H J Heinze, S J Luck, T F Munte, A Gos, G R Mangun, and S A Hillyard (1994). Percept Psychophys, 56(1):42-52.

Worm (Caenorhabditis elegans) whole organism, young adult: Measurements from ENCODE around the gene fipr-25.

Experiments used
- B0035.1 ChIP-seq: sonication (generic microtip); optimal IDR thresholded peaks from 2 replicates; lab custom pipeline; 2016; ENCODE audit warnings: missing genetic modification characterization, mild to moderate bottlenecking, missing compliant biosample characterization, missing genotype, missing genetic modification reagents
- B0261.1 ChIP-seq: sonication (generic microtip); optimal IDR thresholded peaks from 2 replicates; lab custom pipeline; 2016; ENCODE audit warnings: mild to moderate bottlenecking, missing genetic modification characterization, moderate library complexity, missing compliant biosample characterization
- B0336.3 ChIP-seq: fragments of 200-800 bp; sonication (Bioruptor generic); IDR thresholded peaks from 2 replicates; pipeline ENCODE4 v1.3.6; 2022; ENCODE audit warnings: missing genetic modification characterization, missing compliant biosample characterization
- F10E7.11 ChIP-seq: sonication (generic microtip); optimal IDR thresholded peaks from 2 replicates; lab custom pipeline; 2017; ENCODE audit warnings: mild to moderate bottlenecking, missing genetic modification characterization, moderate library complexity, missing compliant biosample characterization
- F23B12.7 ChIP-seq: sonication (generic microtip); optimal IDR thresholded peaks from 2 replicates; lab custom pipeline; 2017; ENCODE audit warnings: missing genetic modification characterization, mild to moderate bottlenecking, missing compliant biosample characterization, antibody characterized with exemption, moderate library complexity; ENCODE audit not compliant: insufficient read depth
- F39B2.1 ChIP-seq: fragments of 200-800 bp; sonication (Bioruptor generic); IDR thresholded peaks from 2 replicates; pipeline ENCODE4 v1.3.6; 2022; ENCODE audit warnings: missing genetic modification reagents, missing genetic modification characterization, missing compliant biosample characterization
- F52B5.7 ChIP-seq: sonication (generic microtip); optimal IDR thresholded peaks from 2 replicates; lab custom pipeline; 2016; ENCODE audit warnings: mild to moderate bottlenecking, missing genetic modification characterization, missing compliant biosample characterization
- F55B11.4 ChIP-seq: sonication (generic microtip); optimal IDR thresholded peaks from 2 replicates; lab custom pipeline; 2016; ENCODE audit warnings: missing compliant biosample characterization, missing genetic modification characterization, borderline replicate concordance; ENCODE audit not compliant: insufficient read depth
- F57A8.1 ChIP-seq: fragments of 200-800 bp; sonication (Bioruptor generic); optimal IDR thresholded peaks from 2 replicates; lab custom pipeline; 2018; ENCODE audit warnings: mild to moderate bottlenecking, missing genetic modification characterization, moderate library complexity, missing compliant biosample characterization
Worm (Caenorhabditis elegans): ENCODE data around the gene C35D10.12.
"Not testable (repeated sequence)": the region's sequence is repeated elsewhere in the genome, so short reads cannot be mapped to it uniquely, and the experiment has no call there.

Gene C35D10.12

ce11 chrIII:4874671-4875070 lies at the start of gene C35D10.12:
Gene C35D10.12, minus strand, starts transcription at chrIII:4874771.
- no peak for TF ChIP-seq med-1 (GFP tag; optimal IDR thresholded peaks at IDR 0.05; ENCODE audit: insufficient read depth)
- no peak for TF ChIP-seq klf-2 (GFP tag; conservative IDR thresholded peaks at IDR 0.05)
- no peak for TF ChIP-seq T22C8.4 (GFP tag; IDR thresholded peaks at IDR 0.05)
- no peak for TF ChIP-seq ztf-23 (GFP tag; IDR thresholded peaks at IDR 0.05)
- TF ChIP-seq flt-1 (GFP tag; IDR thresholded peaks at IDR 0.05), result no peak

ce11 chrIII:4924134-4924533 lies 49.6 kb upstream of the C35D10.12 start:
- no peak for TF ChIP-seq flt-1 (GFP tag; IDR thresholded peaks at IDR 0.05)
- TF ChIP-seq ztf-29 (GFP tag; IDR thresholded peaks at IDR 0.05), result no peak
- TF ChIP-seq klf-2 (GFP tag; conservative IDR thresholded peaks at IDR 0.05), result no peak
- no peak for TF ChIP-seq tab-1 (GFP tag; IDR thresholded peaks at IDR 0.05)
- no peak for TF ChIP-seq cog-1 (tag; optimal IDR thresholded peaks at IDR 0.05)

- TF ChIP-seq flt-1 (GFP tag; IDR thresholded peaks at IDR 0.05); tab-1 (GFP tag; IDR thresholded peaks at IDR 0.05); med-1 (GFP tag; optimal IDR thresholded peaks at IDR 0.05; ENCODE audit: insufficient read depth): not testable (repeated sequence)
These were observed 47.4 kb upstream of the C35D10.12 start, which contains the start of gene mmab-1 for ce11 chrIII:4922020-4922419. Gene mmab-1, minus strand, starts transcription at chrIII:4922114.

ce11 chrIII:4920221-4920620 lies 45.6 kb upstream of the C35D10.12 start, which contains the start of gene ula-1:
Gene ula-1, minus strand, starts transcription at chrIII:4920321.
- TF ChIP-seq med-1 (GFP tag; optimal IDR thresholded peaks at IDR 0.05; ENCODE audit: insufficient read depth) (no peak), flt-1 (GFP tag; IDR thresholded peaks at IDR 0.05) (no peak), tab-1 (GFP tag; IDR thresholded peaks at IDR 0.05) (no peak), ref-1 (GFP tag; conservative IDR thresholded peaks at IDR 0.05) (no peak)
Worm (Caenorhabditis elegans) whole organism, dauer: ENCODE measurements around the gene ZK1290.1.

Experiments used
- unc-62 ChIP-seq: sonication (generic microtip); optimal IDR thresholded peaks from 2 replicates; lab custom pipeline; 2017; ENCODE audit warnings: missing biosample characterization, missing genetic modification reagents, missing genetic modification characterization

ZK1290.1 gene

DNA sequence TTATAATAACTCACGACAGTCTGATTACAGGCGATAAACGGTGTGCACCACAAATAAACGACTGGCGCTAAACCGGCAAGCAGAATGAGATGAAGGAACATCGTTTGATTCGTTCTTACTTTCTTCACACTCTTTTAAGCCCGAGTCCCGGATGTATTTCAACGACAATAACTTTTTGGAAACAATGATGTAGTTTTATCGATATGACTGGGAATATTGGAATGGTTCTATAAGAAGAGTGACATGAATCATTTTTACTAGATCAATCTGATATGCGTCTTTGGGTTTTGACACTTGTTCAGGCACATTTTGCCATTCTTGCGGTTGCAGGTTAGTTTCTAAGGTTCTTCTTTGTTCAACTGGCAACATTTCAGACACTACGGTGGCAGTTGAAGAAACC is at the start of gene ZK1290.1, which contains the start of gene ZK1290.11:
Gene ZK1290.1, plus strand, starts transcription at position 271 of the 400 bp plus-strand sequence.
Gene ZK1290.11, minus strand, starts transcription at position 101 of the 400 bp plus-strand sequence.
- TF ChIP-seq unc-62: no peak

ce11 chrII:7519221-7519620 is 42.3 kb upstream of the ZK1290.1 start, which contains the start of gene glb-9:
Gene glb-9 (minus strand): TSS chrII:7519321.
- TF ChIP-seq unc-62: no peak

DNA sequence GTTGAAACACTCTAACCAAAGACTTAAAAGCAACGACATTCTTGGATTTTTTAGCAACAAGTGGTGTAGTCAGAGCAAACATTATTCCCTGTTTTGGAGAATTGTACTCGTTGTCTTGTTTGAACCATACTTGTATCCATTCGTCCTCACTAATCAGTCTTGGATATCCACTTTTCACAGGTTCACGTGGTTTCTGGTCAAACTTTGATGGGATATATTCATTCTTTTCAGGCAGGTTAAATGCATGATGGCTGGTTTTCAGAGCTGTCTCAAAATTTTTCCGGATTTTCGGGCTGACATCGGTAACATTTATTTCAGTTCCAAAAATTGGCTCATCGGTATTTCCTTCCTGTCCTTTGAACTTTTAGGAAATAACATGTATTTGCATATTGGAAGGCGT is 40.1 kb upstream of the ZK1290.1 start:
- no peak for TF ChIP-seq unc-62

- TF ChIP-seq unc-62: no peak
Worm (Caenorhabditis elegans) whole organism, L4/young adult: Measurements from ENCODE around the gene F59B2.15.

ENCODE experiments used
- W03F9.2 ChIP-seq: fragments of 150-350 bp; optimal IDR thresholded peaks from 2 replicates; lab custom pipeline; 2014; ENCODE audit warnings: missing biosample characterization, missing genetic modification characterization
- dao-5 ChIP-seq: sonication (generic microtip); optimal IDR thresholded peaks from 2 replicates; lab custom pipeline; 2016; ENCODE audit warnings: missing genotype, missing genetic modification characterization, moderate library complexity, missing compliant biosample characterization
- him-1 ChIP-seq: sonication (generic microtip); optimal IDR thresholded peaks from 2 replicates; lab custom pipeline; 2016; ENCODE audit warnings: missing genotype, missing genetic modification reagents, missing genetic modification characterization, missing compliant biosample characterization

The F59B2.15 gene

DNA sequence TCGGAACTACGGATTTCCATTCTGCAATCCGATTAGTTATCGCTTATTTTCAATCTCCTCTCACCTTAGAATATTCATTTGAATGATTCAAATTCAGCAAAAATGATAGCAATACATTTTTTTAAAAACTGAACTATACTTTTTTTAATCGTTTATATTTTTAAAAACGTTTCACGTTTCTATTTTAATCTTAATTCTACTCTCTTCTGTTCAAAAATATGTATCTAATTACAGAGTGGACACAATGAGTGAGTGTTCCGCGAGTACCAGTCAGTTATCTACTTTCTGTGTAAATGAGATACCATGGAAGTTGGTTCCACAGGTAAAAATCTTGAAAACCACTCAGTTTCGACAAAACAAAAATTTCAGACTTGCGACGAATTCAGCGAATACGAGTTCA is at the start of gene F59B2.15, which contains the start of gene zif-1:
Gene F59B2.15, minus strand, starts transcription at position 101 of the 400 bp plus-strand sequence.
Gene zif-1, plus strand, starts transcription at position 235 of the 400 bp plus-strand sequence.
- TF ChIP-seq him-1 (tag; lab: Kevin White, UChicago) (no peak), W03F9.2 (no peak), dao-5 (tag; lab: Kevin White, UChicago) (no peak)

Some theories of visuospatial attention propose that attention can be divided between separated zones of space that exclude the intervening region, whereas other theories state that the focus of attention must encompass a unitary, continuous zone. These contrasting views were evaluated in an experiment in which subjects were required to monitor two of four stimulus locations for targets; the two relevant locations were adjacent in one condition and were separated by an intervening irrelevant location in a second condition. To assess the distribution of attention across the relevant and irrelevant locations, event-related brain potentials (ERPs) were recorded to task-irrelevant “probe” stimuli that were occasionally presented at the individual stimulus locations. When the relevant locations were adjacent, probes presented at irrelevant locations elicited smaller sensory-evoked electrophysiological responses than probes presented at relevant locations, consistent with an attentional suppression of inputs from the unattended locations. When the relevant locations were separated by an irrelevant location, however, the sensory responses evoked by probes presented at this intervening irrelevant location were not suppressed, and target detection performance became slower and less accurate. These results suggest that attention forms a unitary zone that may expand to encompass multiple relevant locations but must also include the area between them; as a result, irrelevant information arising from intervening locations is not suppressed and perceptual processing is compromised.